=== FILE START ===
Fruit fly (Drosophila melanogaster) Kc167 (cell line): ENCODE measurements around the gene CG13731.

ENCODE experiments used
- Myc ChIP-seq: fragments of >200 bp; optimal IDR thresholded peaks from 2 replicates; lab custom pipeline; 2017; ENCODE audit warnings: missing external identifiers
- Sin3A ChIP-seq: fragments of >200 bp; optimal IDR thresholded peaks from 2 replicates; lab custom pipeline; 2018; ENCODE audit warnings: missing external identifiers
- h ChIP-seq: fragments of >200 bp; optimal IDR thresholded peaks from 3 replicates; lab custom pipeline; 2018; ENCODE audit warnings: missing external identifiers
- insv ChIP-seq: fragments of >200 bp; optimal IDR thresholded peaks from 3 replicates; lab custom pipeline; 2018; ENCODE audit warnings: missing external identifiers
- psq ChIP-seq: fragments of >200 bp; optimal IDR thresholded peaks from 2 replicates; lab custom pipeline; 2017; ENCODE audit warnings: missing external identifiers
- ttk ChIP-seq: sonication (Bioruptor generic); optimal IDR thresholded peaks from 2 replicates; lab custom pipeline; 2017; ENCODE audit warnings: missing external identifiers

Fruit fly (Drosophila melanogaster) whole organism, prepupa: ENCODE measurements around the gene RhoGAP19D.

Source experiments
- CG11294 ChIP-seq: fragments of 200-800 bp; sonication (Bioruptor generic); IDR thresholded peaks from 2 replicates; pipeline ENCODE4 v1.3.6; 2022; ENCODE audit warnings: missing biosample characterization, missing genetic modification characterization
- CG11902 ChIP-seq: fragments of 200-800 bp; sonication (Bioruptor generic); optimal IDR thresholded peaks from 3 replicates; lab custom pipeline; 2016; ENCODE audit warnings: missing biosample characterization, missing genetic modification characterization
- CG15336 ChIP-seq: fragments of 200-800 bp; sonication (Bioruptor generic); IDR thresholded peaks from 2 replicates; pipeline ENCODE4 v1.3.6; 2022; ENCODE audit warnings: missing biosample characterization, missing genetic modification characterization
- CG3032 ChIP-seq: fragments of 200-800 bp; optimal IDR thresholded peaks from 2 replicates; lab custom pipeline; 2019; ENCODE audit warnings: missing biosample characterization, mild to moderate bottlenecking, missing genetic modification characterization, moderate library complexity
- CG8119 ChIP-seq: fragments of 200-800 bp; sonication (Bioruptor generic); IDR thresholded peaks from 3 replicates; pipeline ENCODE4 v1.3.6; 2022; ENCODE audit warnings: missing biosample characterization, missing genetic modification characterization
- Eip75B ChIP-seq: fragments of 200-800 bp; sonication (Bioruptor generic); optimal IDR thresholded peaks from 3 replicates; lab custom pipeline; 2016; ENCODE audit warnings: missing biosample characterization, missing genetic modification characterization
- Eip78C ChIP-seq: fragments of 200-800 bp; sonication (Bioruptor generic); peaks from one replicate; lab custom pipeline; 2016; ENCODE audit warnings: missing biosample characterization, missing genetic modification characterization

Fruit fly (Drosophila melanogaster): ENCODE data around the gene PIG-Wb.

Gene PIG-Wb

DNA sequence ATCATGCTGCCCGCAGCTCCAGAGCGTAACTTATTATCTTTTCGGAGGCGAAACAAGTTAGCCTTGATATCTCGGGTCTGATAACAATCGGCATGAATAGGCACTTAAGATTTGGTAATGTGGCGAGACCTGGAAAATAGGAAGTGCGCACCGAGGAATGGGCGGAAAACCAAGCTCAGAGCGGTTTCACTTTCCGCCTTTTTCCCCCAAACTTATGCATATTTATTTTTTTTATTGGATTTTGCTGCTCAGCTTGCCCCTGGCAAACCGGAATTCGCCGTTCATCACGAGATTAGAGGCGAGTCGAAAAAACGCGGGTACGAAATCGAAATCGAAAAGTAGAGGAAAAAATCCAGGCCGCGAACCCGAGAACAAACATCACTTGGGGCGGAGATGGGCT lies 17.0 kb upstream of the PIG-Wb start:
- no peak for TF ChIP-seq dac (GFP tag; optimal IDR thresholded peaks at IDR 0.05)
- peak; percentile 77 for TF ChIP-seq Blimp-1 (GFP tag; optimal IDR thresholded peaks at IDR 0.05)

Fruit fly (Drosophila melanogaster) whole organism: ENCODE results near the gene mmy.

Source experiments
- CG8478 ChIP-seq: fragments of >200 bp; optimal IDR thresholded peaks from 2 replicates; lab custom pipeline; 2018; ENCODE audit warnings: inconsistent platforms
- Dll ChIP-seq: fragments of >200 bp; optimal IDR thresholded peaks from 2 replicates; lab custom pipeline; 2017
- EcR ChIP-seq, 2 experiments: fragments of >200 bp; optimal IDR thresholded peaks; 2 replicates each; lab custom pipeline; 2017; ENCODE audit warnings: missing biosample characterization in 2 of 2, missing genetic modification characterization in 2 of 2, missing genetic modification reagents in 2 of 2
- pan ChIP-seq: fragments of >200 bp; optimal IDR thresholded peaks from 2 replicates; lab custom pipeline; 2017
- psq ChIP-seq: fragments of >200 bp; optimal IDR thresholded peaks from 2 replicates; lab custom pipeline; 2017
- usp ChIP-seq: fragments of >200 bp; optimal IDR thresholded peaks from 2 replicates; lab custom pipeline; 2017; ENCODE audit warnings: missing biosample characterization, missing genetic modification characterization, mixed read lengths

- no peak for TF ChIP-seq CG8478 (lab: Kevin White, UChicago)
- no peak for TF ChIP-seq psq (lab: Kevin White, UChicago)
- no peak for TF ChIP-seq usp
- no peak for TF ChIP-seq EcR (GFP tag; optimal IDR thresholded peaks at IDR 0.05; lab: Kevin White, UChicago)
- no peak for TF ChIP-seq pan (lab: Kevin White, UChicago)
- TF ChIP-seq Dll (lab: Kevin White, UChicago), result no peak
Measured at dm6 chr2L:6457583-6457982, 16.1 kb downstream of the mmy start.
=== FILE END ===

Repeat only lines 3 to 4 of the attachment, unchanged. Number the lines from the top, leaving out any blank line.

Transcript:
- Myc ChIP-seq: fragments of >200 bp; optimal IDR thresholded peaks from 2 replicates; lab custom pipeline; 2017; ENCODE audit warnings: missing external identifiers
- Sin3A ChIP-seq: fragments of >200 bp; optimal IDR thresholded peaks from 2 replicates; lab custom pipeline; 2018; ENCODE audit warnings: missing external identifiers